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2016 NHL Draft Linkorama: June 15th

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Rhett Gardner could be NCAA player selected this year
Rhett Gardner could be NCAA player selected this year
Elsa/Getty Images

We're in the final days leading up to the NHL Draft, which begins a week from Friday. So far, I've posted draft profiles on 28 different players from all over the draft boad, which as a reminder, can be found here, with more to come in the next week. A few people have asked about my full draft list. I'll be posting that next week.

In the meantime, here is some Draft content i've seen over the past week that caught my interest...

College Hockey Inc. put together a nice little piece on a strategy that I've advocated for some time about drafting players that have already shown success in the college ranks.  They've got a handy chart showing that players playing in the NCAA in their Draft year or more likely to make the NHL and more likely to play more than 41 games.

draft chart

This makes a lot of sense, especially as NCAA hockey trends towards older players and a more defensive style of play. If a player can succeed at the NCAA level at an age young enough to be draft eligible, odds are pretty good that he's a very talented player. You also flush out the added risk of the certain percentage of HS/junior players that won't even be able to make the transition to college hockey, let alone pro hockey.

Every once in a while, you'll hear someone go on a rant about how NHL scouts don't know what they're doing because this certain player that was a high draft pick was a bust, or that certain player that was a late round turned out really good. But ignoring the hand-picked anecdotes, the general trend shows that overall, they pretty much get it right:

At least they do with skaters. Goalies are all over the map.

As for this Draft in particular, some more interesting opinions are starting to come out now that we're less than 10 days from the Draft.

Red Line Report published their list of the top 10 forwards available in this year's Draft. The most notable decision on that list is the inclusion of Riley Tufte at 10th, especially considering he gets the spot over Clayton Keller.  I'm not sure about the "needs to tone down his physicality" part of it. I saw Tufte take a lot of penalties this year because a) he was a lot bigger than most other kids b)Minnesota high school is much stricter about contact than just about any other league c) he was making a concerted effort to develop a more physical side to his game, something that had been lacking. Chalk it up to how hard it is to get a good read on a player when he's playing at the high school level.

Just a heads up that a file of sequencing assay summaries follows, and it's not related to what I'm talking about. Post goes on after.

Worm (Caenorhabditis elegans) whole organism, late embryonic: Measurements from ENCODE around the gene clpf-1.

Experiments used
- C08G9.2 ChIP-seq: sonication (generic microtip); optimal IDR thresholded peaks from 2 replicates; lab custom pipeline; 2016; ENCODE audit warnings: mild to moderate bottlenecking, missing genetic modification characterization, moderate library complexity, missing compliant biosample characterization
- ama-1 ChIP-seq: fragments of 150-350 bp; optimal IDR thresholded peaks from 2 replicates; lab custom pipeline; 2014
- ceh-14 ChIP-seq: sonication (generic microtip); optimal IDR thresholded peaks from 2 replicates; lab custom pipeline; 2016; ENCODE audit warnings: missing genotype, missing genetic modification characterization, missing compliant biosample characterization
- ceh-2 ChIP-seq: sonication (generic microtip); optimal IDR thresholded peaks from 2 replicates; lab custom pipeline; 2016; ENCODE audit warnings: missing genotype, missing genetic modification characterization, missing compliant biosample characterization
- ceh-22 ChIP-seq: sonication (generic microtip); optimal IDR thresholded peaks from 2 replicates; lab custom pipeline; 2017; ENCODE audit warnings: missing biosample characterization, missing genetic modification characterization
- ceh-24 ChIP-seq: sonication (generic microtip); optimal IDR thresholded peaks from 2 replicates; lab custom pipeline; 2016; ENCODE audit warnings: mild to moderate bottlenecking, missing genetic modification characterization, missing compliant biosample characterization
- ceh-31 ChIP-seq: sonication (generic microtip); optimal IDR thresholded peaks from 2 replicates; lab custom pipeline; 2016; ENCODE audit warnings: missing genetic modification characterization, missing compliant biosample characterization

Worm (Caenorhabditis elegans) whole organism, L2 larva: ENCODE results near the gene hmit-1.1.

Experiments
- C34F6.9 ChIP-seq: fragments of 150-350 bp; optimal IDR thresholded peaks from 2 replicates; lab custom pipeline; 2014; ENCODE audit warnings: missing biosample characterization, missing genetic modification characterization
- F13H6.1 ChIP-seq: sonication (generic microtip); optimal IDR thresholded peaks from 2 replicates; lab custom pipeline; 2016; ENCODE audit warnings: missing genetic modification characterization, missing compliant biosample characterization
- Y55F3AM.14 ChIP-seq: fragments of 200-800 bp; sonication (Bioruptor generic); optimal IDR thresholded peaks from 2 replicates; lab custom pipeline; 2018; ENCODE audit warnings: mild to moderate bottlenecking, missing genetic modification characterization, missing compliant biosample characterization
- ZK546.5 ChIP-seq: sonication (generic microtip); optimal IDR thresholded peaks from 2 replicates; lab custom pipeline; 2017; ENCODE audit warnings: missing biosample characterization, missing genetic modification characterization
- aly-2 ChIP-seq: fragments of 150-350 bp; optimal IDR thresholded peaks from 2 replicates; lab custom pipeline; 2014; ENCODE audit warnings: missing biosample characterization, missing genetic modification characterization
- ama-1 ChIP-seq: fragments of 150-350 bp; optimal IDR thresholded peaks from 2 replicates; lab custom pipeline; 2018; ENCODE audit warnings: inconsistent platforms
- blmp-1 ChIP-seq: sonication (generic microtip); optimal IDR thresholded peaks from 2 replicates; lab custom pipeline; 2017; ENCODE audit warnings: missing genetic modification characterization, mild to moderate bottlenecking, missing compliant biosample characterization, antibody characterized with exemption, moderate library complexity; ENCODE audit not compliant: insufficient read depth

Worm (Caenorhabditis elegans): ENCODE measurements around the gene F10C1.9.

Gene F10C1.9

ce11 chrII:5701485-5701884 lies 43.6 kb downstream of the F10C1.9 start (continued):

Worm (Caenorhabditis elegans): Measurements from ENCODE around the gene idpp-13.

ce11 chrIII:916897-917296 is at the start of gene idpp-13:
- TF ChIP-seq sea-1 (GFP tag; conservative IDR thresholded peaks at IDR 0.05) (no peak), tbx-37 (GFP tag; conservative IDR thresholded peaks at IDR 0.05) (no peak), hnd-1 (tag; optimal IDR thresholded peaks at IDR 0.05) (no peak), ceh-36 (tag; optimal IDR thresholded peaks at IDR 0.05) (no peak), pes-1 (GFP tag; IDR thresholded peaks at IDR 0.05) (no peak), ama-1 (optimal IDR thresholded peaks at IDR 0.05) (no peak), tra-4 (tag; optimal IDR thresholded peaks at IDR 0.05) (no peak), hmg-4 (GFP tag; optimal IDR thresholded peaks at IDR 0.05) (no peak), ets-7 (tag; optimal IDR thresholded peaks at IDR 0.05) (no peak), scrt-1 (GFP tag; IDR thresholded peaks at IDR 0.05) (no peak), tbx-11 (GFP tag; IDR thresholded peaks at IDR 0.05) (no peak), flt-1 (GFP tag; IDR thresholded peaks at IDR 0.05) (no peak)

Red Line also goes one step further on the growing Wade Allison hype by theorizing the talk of him as a second round pick is just a ploy for somebody to take him late in the first round. It wouldn't shock me. As I've mentioned before, there's really no consensus on picks 20-30 in this Draft and we could see some real surprises as teams "reach" to get their guy.

Brock Otten of OHL Prospects published his annual survey on the Top 10 prospects out of the OHL.

A few things that caught my eye...

-I feel like Logan Brown at 6th is pretty conservative, though that likely depends on the three defensemen in front of him. I don't think there's a franchise D in that group, while Brown has that potential.

-These things are generally overly positive, but it's interesting to see the local guys on the Michael McLeod bandwagon. A lot of people are dismissing him based on his stats, but man, it's tough to drop him when you actually watch him play.

-The 'Top 10' voting format creates some wonkiness in the Honorable Mention category, as it benefits guys that are all over the map in terms of rankings like Cam Dineen, Will Bitten, and Adam Mascherin as opposed to somebody like Jordan Kyrou that seems to be ranked within the 31-35 range in nearly every projection.